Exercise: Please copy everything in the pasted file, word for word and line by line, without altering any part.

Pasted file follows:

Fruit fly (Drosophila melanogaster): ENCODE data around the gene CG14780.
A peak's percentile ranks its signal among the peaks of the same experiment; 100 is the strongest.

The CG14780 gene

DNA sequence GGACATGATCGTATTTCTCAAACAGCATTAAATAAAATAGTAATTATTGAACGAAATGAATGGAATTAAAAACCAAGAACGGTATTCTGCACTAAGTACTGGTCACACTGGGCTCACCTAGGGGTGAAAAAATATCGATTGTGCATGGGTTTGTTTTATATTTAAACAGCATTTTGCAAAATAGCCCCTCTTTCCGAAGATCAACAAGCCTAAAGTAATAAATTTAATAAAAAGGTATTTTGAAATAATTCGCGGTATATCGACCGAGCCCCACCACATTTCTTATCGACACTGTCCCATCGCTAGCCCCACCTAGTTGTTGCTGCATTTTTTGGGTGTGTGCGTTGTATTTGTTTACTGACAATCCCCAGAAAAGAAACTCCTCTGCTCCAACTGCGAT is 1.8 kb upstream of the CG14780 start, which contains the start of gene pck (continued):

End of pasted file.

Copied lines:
Fruit fly (Drosophila melanogaster): ENCODE data around the gene CG14780.
A peak's percentile ranks its signal among the peaks of the same experiment; 100 is the strongest.

The CG14780 gene

DNA sequence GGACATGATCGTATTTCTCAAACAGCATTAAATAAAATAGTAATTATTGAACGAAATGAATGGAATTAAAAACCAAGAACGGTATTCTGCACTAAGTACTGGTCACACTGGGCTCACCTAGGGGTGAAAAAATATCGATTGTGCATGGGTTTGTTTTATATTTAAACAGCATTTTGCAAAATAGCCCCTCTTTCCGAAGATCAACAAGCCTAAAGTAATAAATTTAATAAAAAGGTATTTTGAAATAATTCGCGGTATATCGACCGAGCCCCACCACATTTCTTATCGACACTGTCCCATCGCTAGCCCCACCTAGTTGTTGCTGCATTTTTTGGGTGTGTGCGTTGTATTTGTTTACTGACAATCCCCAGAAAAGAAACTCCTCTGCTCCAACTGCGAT is 1.8 kb upstream of the CG14780 start, which contains the start of gene pck (continued):